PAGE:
The Tea Party Must Save America From Smashing Into the Debt Ceiling

The United States' national debt is rapidly approaching $16.5 trillion. Our economy seems to be in a tailspin, and despite what the number-fudgers over at the Bureau of Labor Statistics say, real unemployment seems to be hovering over 14%. In short, the economy sucks, and there seems to be nothing that Congress or the Obama administration can do about it — no matter how much money they throw at the problem.

In their quest to stimulate aggregate demand, our government has racked up quite the debt. Because Congress spends more than they take in — over a trillion dollars in deficits each year — they need to borrow to make up for the difference. Unfortunately, we've now borrowed past our $16.4 trillion limit, and the decision rests on Congress' shoulders to either raise the debt ceiling, dig an even deeper hole, or cut spending so that we can stay beneath the ceiling.

President Obama, his Democrat followers in Congress, and some moderate congressional Republicans all want to raise the debt ceiling. The Tea Party congressional Republicans, however, are against more borrowing. For this, they've faced criticism from the Democrats. "If congressional Republicans refuse to pay America's bills on time, Social Security checks and veterans' benefits will be delayed," President Obama said. "We might not be able to pay our troops, or honor our contracts with small business owners."

This, of course, is a very specious argument. President Obama claims that House Republicans are preventing America from paying its bills, but the truth is that America has not paid its bills for a long time — that's exactly why we would be borrowing more money. Paying off your Visa bill with your MasterCard is not really paying your bills, it's only kicking the can further down the road, and making matters worse in the long-run.

In 2006, then-Senator Obama said the following before Congress, regarding this very same issue: "The fact that we are here today to debate raising America’s debt limit is a sign of leadership failure. It is a sign that the U.S. government can’t pay its own bills. It is a sign that we now depend on ongoing financial assistance from foreign countries to finance our government’s reckless fiscal policies." When the debt was only $8.6 trillion, Senator Obama was spot-on about the debt ceiling. Now that it's almost twice as large, and he'd have to bear the political fallout of budget cuts, President Obama has shamelessly flip-flopped in the wrong direction.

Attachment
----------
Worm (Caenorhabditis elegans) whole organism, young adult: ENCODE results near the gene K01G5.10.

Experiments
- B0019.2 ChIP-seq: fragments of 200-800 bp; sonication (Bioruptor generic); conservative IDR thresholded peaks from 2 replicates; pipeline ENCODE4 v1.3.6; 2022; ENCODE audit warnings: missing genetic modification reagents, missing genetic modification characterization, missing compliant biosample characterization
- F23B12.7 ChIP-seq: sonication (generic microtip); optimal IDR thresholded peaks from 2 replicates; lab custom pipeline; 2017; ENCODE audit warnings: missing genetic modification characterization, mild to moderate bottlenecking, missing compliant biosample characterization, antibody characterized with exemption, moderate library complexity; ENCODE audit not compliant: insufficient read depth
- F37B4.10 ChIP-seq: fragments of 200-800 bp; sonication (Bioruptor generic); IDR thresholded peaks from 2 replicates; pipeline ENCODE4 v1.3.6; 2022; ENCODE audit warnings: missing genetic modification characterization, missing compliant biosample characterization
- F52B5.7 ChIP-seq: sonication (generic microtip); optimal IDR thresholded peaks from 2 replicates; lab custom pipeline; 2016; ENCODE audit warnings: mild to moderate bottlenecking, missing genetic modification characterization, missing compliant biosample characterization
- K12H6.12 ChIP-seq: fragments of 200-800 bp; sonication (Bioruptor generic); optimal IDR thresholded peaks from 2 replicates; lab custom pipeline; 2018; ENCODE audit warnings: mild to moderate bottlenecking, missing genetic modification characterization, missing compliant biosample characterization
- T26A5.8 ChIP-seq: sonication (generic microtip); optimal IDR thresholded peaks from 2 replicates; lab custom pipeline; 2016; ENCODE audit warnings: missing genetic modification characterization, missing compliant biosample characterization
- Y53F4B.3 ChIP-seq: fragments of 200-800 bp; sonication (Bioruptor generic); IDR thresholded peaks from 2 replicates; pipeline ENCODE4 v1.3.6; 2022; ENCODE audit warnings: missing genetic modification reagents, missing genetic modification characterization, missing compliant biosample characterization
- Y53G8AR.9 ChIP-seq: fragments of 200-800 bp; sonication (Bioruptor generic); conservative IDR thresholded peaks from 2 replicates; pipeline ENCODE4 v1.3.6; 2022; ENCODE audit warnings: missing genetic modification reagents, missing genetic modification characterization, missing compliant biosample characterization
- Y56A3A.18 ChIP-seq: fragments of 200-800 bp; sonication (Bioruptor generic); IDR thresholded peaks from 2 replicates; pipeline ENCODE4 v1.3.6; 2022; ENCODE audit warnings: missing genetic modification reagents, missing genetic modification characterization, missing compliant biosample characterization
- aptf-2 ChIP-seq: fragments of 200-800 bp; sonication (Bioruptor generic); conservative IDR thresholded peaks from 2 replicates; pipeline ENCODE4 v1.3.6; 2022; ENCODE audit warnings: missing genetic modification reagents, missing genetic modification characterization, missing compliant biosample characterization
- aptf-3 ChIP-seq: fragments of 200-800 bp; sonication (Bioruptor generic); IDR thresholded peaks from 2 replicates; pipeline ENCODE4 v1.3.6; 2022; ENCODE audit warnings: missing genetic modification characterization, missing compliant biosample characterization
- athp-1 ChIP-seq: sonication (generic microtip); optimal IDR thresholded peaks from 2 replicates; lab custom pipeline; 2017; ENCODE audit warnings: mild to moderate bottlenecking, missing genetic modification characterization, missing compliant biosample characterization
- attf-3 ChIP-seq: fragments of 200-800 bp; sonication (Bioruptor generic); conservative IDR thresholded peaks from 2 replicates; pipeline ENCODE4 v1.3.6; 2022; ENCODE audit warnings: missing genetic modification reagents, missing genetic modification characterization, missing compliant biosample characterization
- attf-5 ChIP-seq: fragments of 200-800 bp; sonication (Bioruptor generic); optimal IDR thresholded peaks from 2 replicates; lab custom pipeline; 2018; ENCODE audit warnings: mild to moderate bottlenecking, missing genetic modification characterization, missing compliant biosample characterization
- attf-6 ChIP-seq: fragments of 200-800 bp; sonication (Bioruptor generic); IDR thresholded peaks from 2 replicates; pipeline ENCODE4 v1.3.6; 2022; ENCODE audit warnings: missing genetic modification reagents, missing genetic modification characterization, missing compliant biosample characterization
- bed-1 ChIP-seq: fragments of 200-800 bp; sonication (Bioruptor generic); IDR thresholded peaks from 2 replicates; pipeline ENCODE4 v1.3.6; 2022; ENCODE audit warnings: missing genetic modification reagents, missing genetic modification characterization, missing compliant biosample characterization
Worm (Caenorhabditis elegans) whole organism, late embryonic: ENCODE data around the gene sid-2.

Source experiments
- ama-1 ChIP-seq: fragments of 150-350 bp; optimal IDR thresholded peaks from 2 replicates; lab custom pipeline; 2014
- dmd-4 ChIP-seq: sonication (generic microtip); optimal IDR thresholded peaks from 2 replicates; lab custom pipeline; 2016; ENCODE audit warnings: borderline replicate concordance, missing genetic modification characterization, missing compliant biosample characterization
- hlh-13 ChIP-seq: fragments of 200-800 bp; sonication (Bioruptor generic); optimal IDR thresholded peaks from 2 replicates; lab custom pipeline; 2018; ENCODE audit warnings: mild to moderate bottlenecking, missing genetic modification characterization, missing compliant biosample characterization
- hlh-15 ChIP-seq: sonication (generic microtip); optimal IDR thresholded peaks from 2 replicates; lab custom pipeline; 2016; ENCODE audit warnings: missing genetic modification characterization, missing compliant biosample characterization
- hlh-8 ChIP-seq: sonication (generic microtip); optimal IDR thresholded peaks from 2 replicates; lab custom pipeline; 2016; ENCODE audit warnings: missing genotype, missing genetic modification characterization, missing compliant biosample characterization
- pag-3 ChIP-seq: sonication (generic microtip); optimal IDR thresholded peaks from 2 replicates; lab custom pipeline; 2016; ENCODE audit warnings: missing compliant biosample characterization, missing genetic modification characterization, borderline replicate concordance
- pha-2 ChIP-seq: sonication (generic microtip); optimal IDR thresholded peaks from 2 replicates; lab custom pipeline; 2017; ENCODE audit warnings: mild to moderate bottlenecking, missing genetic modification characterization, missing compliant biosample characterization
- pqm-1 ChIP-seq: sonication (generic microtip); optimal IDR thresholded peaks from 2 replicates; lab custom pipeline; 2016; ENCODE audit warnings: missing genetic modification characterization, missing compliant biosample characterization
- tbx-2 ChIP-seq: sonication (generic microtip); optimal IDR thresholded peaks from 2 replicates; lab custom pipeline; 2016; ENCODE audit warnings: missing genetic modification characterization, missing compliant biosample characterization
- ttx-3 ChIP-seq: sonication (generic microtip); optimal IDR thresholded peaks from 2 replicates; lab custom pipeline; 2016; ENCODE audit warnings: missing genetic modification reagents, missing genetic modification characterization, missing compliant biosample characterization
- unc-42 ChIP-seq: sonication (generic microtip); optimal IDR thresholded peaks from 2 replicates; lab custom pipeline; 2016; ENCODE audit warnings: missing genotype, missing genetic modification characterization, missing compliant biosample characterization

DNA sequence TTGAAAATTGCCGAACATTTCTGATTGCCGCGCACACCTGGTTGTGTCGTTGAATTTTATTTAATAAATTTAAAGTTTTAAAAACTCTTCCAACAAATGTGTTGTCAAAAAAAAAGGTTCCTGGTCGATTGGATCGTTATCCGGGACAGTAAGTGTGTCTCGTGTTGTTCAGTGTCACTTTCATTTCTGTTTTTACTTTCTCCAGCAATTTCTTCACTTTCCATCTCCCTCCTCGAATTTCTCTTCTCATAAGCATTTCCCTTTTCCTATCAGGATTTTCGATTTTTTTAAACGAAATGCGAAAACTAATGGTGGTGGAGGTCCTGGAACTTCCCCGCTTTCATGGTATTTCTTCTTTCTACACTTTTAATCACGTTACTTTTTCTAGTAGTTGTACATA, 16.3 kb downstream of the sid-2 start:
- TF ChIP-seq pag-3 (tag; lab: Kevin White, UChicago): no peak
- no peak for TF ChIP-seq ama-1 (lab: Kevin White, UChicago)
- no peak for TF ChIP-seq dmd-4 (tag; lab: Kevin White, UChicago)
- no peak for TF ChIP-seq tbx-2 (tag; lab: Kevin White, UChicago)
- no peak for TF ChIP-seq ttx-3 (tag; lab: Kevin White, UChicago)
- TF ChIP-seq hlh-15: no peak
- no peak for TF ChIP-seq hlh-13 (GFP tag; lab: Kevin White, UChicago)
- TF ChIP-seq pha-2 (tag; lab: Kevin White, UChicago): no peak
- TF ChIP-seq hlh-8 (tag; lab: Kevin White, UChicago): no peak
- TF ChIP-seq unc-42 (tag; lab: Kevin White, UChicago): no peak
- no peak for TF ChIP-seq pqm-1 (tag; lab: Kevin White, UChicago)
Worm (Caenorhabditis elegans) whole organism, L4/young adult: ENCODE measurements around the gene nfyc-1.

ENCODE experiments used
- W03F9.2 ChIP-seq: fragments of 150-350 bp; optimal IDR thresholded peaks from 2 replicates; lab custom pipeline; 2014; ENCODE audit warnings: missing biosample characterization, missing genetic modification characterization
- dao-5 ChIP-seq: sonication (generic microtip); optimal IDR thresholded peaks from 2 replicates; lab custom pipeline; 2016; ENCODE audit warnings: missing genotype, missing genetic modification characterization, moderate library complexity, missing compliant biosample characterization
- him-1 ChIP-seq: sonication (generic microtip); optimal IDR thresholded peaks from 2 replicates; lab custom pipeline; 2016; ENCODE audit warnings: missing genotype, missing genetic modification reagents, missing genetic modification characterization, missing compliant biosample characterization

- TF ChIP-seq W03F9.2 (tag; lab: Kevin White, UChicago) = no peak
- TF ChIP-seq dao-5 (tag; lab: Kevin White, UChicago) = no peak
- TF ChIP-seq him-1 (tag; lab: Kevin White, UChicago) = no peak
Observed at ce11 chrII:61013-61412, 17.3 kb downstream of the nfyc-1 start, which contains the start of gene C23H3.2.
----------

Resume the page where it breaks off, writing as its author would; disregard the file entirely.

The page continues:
Talk about a real leadership failure.

The Tea Party, politically speaking, cannot afford to flip-flop this same way. They are by no means a perfect caucus, and they ought to remember what brought them in during the 2010 Republican tidal wave: an opposition to government growth, and fiscal responsibility. Digging a deeper hole for the American people is anything but fiscally responsible.

If the Tea Party abandons this practice and agrees to raise the debt ceiling again, they will lose credibility with their base, and with the swing libertarian voters they need to maintain the Republican majority.

As our debt load increases, the risk of a dollar crisis increases with it. Eventually, all debts must be paid back. If we let our national debt rise too high, interest rates will have to rise with it ... or no one will be interested in buying or holding our debt. If interest rates spike, we may be unable to pay the interest payments on the debt, let alone the debt itself. Our options at that point would be to monetize the debt by printing money (resulting in massive inflation), or to default on the debt (resulting in a currency crisis). Both would be disastrous for every American's standard of living.

Defaulting on our current debt, however, is not a particularly palatable option either. The Tea Party should not completely rule out a small raise of the debt ceiling, but only if it it comes with real, substantial budget cuts which will eliminate the deficit before it becomes necessary to raise the debt ceiling again. They must make it clear that the price of Tea Party cooperation is more than mealy-mouthed half-pledges to one day pay our bills: it must be an honest commitment (in the law) to balance the budget and begin to pay down our debt, so that America can one day actually pay its bills.

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Aaron Fried

Brandeis University junior, majoring in philosophy. Politically, I would describe myself as a radical for Capitalism. I blog about philosophy at http://senseoflife.net

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